"Liars should have none," exclaimed the huntsman, "but the dragon's tongues are the trophies which dis tinguish the victor," and with that he unfolded the handkerchief, and taking up the tongues that he had uncovered, he placed one in each of the dragon's mouths, and they all fitted exactly. Then handing the handkerchief on which her name was embroidered to the king's daughter, he asked her to whom she had given it. She answered, "To him who killed the dragon." Calling his animals to him, he took the ornaments off their necks, among them the gold clasp from the lion's neck, and showing them to her, asked to whom they belonged. "The necklace and the clasp were mine," she answered, "and I divided them among the animals who helped to destroy the dragon." Then the huntsman spoke further . " As I was resting and sleeping after the fatigue of the fight, the marshal came and cut off my head. He carried away the king's daughter, and pretended that it was he who had killed the dragon; but that he lied is here proved by these tongues, this handkerchief, and this necklace." He continued to relate how he had been healed by a wonderful root brought to him by his animals, and how he and they had been wandering about during the last year, and had then come again to the town where he had learnt from the innkeeper the treacherous behaviour of the marshal. Upon this, the king said to his daughter, " Is it true that it was this man who killed the dragon?" And she answered, " Yes, it is true; and since it is through no doing of mine that it has come to light, I am no longer afraid to speak of the marshal's shameful deed. He forced me by his threats to keep silence, but it was on that account that I refused to have the marriage celebrated before a year and a day had elapsed." The king now summoned twelve of his councillors to pronounce sentence on the marshal, and he was condemned to be torn in pieces by wild oxen. The marshal thus received the just due of his deeds, while the huntsman was rewarded with the hand of the king's daughter, and was also appointed governor of the whole kingdom. The marriage was celebrated with great rejoicings, and the young king sent for his father and foster-father, and loaded them with gifts. He did not forget the innkeeper either, but sent for him, and said, " You see, Mr Innkeeper, I have married the king's daughter, so your house and farm are mine." "Yes," replied the innkeeper, "that is right according to justice."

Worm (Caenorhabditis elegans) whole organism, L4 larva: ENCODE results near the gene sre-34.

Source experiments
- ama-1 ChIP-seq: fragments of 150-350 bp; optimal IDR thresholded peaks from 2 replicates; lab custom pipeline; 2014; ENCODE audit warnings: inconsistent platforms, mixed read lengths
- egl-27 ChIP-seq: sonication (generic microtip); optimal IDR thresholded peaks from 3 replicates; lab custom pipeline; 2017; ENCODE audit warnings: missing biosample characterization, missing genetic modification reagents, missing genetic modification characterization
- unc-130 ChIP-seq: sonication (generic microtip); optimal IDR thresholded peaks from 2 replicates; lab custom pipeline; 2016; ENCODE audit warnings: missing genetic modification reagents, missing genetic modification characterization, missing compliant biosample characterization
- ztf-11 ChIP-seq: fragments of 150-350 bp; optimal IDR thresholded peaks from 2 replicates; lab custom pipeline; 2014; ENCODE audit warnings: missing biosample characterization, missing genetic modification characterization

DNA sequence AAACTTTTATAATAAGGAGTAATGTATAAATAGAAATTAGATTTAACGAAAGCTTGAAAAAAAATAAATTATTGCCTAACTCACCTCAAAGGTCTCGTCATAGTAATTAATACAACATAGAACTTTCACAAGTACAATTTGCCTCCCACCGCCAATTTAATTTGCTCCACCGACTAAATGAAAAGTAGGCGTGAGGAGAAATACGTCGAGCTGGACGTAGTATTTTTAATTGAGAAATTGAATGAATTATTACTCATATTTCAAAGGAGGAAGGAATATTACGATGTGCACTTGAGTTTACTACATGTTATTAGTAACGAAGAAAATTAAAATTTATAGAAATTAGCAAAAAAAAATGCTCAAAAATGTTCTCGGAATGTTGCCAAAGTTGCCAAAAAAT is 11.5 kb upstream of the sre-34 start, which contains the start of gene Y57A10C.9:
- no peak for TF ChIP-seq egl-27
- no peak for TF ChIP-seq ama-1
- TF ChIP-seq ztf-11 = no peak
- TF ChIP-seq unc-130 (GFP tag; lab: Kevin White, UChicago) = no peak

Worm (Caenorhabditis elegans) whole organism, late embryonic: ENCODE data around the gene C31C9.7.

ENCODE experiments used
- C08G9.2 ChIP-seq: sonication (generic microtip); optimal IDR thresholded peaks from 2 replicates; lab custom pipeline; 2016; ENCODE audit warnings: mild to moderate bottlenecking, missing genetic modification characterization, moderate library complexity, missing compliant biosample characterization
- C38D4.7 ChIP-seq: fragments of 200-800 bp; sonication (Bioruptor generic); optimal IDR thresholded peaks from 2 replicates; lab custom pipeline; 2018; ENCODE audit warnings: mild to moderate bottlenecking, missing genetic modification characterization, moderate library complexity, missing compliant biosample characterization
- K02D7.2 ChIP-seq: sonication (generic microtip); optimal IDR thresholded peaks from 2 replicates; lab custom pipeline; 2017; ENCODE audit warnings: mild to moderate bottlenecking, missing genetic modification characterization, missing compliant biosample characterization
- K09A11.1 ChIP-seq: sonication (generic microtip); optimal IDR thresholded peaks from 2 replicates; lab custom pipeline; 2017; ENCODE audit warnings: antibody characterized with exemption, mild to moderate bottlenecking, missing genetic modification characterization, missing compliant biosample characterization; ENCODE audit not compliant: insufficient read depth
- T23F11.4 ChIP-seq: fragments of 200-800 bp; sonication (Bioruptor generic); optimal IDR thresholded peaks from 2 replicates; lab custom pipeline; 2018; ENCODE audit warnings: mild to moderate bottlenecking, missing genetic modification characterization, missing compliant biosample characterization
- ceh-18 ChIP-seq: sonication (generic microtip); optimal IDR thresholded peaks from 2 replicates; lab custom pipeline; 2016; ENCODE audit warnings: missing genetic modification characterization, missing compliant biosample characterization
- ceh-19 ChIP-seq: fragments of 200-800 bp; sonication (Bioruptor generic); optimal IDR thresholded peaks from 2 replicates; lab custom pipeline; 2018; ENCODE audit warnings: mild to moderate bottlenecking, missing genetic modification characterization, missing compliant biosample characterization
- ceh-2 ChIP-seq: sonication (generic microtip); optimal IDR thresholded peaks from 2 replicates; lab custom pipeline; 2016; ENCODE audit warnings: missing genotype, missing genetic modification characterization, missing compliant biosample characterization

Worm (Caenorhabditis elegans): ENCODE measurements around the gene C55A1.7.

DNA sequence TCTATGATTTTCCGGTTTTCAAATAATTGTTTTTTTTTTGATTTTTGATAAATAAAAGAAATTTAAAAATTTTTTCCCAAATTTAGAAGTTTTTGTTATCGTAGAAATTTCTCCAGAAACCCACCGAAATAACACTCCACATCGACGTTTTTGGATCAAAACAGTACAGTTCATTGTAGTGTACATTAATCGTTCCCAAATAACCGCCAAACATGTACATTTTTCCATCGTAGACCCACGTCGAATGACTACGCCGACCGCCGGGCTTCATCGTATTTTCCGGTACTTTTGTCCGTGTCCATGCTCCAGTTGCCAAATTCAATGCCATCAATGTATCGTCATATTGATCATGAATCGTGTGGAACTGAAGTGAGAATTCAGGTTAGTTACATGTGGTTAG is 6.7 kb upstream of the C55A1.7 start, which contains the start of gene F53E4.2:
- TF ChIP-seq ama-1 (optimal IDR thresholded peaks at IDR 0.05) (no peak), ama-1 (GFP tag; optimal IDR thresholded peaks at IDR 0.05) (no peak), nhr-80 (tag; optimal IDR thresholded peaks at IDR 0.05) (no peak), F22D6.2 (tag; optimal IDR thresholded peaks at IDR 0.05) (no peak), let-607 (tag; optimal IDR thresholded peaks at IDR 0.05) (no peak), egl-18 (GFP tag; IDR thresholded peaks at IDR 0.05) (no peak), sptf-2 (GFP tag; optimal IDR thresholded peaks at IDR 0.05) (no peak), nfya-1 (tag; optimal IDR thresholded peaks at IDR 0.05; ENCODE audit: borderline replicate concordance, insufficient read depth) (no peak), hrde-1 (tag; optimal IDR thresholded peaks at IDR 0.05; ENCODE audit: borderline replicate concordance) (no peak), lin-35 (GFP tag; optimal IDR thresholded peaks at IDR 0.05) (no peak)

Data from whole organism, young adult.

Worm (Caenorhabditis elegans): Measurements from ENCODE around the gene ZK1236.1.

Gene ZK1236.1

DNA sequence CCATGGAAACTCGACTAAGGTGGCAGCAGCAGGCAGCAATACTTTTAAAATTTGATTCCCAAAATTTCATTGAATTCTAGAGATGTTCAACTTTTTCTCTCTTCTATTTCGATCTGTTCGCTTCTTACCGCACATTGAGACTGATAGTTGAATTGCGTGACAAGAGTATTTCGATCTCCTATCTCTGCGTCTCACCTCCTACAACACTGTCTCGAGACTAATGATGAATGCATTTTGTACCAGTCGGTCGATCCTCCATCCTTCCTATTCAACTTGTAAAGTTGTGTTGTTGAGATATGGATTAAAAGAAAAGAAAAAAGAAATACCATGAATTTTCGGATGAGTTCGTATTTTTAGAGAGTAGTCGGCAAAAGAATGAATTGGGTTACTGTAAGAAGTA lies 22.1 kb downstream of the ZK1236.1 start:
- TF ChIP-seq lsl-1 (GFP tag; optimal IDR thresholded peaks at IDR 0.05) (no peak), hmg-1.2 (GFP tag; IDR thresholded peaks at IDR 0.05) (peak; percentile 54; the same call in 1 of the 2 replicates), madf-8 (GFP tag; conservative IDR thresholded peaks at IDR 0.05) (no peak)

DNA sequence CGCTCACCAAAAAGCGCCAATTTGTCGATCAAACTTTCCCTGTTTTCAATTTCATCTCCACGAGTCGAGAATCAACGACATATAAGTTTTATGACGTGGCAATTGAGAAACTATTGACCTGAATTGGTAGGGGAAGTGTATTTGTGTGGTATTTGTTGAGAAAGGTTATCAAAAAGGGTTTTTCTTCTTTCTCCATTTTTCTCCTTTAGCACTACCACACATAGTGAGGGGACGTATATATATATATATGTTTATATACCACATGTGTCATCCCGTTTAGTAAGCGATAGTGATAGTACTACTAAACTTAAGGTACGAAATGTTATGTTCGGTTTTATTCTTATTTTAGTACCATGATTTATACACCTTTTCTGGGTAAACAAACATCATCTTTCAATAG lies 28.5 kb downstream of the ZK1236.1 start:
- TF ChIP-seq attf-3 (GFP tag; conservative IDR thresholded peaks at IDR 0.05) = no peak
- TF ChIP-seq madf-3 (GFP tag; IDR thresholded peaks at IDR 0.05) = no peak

"I will make it right, however, according to mercy," said the young king. "House and farm you shall keep, and I make you a present besides of the thousand gold pieces."

The young king and queen were now very happy, and led a pleasant life together. He often went out hunting, as that was one of his chief enjoyments, and his animals always accompanied him. It happened that there was a forest in the neighbourhood, said to be enchanted and unsafe for travellers, for anyone once within it was not able easily to get out again. This made the young king very anxious to see what it was like, and he did not rest until he had obtained the old king's permission to go and hunt there. He rode out with a large following, and had just reached the edge of the forest, when he caught sight of a white doe among the trees, and he called out to his men, " Stay here till I return; I must go after that beautiful creature," and off he rode into the forest, only his animals with him. His followers stood and waited till evening, but the young king never returned, so they rode back and told the young queen that her husband had gone into the enchanted forest to hunt a white doe, and had not returned. She was now in a terrible state of anxiety. Meanwhile the young king had gone riding on after the doe, but had not been able to overtake her; each time he thought her within reach of a shot, she again sprang far ahead of him, and at last she disappeared. He now became aware that he had ridden a great distance into the forest, and he took his horn and blew; no answer came, however, for his followers were too far off to hear his call. The night now fell, and the young king saw that it would be impossible for him to get out of the forest that day, so he dismounted, lit a fire under one of the trees and prepared to spend the night there.